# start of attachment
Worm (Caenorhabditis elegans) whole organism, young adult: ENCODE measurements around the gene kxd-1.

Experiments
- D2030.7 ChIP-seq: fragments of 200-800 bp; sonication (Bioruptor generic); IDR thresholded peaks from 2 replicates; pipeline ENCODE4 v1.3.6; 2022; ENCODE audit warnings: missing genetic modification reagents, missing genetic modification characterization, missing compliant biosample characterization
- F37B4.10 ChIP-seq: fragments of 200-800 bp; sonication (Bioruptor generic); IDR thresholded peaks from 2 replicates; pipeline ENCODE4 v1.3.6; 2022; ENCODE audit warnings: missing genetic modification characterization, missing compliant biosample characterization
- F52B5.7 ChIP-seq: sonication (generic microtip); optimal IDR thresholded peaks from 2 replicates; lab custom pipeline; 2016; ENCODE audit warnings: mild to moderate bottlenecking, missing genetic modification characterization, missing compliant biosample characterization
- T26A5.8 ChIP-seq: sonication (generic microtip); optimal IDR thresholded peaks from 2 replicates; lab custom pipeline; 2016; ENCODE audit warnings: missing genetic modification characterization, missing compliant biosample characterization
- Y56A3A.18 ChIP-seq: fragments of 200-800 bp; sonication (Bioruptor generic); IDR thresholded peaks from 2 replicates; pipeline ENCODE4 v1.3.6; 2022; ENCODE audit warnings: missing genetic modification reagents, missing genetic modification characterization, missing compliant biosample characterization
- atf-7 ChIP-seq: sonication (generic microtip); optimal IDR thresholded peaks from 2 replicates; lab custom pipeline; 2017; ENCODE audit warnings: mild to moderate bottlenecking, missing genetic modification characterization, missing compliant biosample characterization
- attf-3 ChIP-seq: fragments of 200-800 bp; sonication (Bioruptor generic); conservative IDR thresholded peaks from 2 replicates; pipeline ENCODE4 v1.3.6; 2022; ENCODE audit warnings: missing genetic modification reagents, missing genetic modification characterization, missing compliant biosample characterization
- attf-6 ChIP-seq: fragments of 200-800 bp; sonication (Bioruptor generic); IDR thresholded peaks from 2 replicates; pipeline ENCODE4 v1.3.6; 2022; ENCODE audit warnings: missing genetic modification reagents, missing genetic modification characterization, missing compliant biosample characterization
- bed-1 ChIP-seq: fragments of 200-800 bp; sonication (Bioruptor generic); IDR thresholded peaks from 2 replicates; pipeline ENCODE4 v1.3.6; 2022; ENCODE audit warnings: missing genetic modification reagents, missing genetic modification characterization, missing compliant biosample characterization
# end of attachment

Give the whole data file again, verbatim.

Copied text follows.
Worm (Caenorhabditis elegans) whole organism, young adult: ENCODE measurements around the gene kxd-1.

Experiments
- D2030.7 ChIP-seq: fragments of 200-800 bp; sonication (Bioruptor generic); IDR thresholded peaks from 2 replicates; pipeline ENCODE4 v1.3.6; 2022; ENCODE audit warnings: missing genetic modification reagents, missing genetic modification characterization, missing compliant biosample characterization
- F37B4.10 ChIP-seq: fragments of 200-800 bp; sonication (Bioruptor generic); IDR thresholded peaks from 2 replicates; pipeline ENCODE4 v1.3.6; 2022; ENCODE audit warnings: missing genetic modification characterization, missing compliant biosample characterization
- F52B5.7 ChIP-seq: sonication (generic microtip); optimal IDR thresholded peaks from 2 replicates; lab custom pipeline; 2016; ENCODE audit warnings: mild to moderate bottlenecking, missing genetic modification characterization, missing compliant biosample characterization
- T26A5.8 ChIP-seq: sonication (generic microtip); optimal IDR thresholded peaks from 2 replicates; lab custom pipeline; 2016; ENCODE audit warnings: missing genetic modification characterization, missing compliant biosample characterization
- Y56A3A.18 ChIP-seq: fragments of 200-800 bp; sonication (Bioruptor generic); IDR thresholded peaks from 2 replicates; pipeline ENCODE4 v1.3.6; 2022; ENCODE audit warnings: missing genetic modification reagents, missing genetic modification characterization, missing compliant biosample characterization
- atf-7 ChIP-seq: sonication (generic microtip); optimal IDR thresholded peaks from 2 replicates; lab custom pipeline; 2017; ENCODE audit warnings: mild to moderate bottlenecking, missing genetic modification characterization, missing compliant biosample characterization
- attf-3 ChIP-seq: fragments of 200-800 bp; sonication (Bioruptor generic); conservative IDR thresholded peaks from 2 replicates; pipeline ENCODE4 v1.3.6; 2022; ENCODE audit warnings: missing genetic modification reagents, missing genetic modification characterization, missing compliant biosample characterization
- attf-6 ChIP-seq: fragments of 200-800 bp; sonication (Bioruptor generic); IDR thresholded peaks from 2 replicates; pipeline ENCODE4 v1.3.6; 2022; ENCODE audit warnings: missing genetic modification reagents, missing genetic modification characterization, missing compliant biosample characterization
- bed-1 ChIP-seq: fragments of 200-800 bp; sonication (Bioruptor generic); IDR thresholded peaks from 2 replicates; pipeline ENCODE4 v1.3.6; 2022; ENCODE audit warnings: missing genetic modification reagents, missing genetic modification characterization, missing compliant biosample characterization